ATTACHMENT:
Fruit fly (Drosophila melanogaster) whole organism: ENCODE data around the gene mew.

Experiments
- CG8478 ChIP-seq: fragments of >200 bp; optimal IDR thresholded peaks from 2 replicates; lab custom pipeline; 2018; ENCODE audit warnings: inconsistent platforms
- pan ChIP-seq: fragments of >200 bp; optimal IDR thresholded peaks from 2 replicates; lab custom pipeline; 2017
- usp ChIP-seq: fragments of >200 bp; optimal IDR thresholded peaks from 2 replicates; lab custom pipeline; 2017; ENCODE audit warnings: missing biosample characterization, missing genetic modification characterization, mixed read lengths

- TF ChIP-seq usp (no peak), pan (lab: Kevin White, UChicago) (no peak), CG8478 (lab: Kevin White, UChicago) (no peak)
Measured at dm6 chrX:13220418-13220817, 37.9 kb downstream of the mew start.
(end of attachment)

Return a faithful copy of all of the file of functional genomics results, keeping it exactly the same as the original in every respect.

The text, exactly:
Fruit fly (Drosophila melanogaster) whole organism: ENCODE data around the gene mew.

Experiments
- CG8478 ChIP-seq: fragments of >200 bp; optimal IDR thresholded peaks from 2 replicates; lab custom pipeline; 2018; ENCODE audit warnings: inconsistent platforms
- pan ChIP-seq: fragments of >200 bp; optimal IDR thresholded peaks from 2 replicates; lab custom pipeline; 2017
- usp ChIP-seq: fragments of >200 bp; optimal IDR thresholded peaks from 2 replicates; lab custom pipeline; 2017; ENCODE audit warnings: missing biosample characterization, missing genetic modification characterization, mixed read lengths

- TF ChIP-seq usp (no peak), pan (lab: Kevin White, UChicago) (no peak), CG8478 (lab: Kevin White, UChicago) (no peak)
Measured at dm6 chrX:13220418-13220817, 37.9 kb downstream of the mew start.